Throughout the year, the National Literacy Trust and our partners were thrilled to host early years festivals across 12 areas of the country, to promote chatting, playing and reading to children aged 0 to 5.
The festivals took place in twelve local areas across the country, from Cornwall to the North Yorkshire Coast, all areas which are part of the brand-new Start For Life Better Health campaign.
The Hungry Little Minds campaign has been re-branded and is now called Start for Life Better Health, funded by the Department for Education and the Department for Health and Social Care. However, the campaign message remains the same, we want as many parents and carers to chat, play and read with their little ones as much as possible - to help give them the best possible start in life.
The aims of the festivals:
The aim of the 12 festivals were to reach out and connect with as many families as possible, to deliver the chat, play and read message, and introduce them to all of the early years' services in their local areas.
In addition to this, the families, carers and early years settings received resources, books, whilst having a fun day out with their children. The activities provided at the festivals were free of charge, ensuring they were accessible to all.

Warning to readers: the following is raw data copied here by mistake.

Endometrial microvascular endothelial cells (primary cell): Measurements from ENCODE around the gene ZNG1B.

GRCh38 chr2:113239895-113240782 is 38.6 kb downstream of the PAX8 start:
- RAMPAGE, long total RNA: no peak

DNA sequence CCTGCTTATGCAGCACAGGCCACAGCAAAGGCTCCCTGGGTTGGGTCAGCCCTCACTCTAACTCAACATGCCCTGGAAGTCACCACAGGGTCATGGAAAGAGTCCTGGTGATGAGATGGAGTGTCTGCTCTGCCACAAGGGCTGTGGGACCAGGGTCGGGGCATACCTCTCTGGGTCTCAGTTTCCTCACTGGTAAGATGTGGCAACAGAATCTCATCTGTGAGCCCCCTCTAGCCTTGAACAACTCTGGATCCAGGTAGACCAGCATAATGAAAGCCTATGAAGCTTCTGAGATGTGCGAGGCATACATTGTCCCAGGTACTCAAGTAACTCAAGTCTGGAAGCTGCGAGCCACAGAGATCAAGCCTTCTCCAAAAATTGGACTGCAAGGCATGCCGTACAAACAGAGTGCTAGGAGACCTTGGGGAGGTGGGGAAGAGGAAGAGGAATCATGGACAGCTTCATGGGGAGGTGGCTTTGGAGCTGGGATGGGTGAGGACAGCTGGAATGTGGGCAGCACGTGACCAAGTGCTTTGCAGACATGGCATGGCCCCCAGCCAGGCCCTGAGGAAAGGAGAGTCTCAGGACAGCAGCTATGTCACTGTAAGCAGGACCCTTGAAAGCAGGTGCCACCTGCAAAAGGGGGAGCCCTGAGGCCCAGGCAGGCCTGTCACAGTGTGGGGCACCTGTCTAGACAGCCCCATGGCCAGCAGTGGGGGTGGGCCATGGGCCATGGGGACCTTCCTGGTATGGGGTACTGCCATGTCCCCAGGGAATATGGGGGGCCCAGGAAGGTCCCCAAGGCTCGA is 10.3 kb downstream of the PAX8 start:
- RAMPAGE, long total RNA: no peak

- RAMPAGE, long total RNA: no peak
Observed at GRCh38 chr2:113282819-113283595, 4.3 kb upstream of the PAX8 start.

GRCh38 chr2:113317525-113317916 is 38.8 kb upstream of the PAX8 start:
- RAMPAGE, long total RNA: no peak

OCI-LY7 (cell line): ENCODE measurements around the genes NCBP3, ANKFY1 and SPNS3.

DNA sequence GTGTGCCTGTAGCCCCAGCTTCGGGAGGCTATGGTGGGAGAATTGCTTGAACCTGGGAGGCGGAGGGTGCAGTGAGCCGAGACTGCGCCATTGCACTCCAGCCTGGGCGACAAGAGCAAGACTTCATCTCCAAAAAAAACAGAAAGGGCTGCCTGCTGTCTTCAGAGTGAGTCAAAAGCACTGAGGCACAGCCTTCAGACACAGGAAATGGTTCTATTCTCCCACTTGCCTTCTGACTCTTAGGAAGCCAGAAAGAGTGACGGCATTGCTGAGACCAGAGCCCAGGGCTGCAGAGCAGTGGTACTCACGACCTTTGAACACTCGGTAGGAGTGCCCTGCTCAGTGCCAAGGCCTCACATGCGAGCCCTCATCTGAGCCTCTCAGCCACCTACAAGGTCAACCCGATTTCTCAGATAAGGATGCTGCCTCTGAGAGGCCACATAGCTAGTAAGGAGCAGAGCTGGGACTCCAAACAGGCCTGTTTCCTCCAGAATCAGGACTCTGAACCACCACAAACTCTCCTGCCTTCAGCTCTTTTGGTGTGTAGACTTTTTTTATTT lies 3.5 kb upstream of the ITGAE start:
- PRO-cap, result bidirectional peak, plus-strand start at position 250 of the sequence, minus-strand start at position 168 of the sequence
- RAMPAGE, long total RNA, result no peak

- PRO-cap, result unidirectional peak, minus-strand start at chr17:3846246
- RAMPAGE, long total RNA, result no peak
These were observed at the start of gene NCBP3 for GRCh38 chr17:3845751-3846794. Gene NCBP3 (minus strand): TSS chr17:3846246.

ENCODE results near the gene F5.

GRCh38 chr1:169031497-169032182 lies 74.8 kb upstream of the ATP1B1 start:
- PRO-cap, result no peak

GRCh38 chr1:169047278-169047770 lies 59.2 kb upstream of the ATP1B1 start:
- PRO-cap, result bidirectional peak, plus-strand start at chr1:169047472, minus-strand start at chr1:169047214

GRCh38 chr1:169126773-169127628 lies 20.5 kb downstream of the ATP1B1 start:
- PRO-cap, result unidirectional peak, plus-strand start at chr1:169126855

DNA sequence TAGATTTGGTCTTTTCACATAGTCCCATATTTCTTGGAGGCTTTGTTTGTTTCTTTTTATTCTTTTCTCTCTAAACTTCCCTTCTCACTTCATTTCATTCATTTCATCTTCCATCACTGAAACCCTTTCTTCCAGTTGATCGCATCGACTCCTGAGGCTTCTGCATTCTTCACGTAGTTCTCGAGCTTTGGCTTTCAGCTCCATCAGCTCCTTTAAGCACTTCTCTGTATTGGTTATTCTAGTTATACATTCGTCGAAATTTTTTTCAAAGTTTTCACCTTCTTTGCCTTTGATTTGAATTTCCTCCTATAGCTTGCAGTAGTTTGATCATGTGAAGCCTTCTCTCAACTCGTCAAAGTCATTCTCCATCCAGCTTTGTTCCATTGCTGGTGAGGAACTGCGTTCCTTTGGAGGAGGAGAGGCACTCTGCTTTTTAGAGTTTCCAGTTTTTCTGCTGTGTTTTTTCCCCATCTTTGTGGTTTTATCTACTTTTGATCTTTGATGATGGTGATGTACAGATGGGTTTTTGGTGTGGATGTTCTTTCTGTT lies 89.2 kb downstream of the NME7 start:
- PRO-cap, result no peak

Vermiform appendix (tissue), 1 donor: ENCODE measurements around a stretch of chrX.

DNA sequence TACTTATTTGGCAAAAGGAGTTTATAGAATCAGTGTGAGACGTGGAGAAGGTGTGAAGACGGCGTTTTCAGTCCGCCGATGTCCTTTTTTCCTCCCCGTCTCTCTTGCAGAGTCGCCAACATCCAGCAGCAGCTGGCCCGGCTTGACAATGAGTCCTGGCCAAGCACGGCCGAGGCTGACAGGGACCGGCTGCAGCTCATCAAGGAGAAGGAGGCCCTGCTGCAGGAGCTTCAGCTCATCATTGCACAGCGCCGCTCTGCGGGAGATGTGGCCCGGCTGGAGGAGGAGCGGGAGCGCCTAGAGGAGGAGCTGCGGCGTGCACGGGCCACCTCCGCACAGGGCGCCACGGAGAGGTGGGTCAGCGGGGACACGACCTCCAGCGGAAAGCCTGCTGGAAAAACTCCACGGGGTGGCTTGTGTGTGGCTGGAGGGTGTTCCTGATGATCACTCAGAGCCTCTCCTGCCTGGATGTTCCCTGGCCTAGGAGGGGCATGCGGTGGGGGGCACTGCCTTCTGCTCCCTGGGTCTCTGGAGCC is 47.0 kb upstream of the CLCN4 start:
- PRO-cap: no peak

Each festival had their own theme:
- In Scarborough it was all about being active, playing sports and getting some fresh air!
- In Cornwall, families were invited to walk an interactive Bear Hunt, based on the book We’re Going on a Bear Hunt by Michael Rosen
- Children had the opportunity to attend a magic show in Birmingham
- In Manchester lots of free food was provided by a local market garden
- In Doncaster, all those who attended a series of festivals in family hubs, received a free school meal!
Feedback about our festivals
The Early Years team and the delivery partners want to ensure the Start for Life Better Health campaign is being delivered effectively, so feedback is essential.
We asked the families who attended the festival to complete our short evaluation survey. When asked what they liked most about the events, they said:
- "Friendly, freedom to take part as wanted” (Peterborough)
- “Encouraging nature and reading. Accessible to all regardless of income etc.” (Croydon)
- “Lots of activities, nice to have quiet spaces for children to explore, my child has autism and could move freely as he gets overwhelmed. Felt inclusive” (The Wirral)
- A child said, “Reading makes me smile” (Swindon)
If you would like to find out more about our early years work and receive regular tips for helping your child’s learning and development, please sign up to our fortnightly newsletter.
If you would like advice and suggestions to engage in more chat, play and read activities with your child, visit Words for Life.